The result of an independent review of literacy, numeracy and science standards in Queensland primary schools, this report makes a number of recommendations for improving learning outcomes. Schools need access to teachers who have been extremely well-prepared by exemplary teacher education programs, and high- quality professional development for these teachers, as well as for school leaders. They should be able to access expert advice and support in the teaching of literacy, numeracy and science, and should have clear guidelines for expected teaching and learning outcomes at particular stages, as well as support for monitoring whether these outcomes are being met. Recommendations include the introduction of knowledge tests for teachers; new advanced professional learning programs in key areas; funding for training and employment of specialists in these areas; standardised science tests for Years 4, 6, 8 and 10 students; and an expert review of international best practice in school leadership development. The full report is available online.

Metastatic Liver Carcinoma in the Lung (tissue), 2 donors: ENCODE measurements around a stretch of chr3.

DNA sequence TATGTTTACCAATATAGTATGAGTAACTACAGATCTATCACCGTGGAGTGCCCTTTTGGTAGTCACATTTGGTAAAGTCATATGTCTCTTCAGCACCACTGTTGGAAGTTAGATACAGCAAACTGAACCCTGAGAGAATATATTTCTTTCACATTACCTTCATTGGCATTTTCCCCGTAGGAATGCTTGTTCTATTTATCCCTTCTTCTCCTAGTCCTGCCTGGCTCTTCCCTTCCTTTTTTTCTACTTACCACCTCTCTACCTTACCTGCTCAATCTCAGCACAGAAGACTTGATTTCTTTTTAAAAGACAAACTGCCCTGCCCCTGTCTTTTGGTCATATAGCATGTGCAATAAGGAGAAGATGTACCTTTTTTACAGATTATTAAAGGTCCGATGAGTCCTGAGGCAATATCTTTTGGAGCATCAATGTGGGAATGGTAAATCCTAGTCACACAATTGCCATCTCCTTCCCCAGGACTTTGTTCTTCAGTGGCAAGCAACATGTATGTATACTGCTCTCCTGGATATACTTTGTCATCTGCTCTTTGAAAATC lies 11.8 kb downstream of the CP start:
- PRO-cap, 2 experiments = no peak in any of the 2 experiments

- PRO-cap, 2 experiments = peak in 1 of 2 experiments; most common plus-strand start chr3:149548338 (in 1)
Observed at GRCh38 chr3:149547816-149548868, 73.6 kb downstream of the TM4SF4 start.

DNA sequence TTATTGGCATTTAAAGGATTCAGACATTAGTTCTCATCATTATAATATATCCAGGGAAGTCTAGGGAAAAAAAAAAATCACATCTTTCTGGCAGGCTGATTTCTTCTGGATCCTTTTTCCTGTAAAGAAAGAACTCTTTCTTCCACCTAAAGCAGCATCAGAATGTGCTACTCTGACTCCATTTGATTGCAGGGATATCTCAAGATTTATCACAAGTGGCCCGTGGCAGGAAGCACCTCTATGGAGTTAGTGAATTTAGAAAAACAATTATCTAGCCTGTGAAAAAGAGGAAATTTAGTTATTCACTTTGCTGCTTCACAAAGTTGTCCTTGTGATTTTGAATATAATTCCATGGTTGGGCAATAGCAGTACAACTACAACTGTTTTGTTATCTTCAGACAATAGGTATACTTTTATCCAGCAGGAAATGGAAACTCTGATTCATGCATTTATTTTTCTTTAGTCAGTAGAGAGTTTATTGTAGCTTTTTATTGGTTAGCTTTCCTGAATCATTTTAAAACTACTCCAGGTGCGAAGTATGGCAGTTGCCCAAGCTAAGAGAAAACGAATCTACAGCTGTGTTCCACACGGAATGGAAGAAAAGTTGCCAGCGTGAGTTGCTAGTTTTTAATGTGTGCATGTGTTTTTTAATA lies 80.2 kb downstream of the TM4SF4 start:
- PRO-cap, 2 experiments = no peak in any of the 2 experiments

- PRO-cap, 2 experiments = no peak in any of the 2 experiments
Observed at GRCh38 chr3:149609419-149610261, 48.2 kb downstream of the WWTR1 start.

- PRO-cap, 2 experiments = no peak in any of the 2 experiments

Subject HeadingsSchool leadership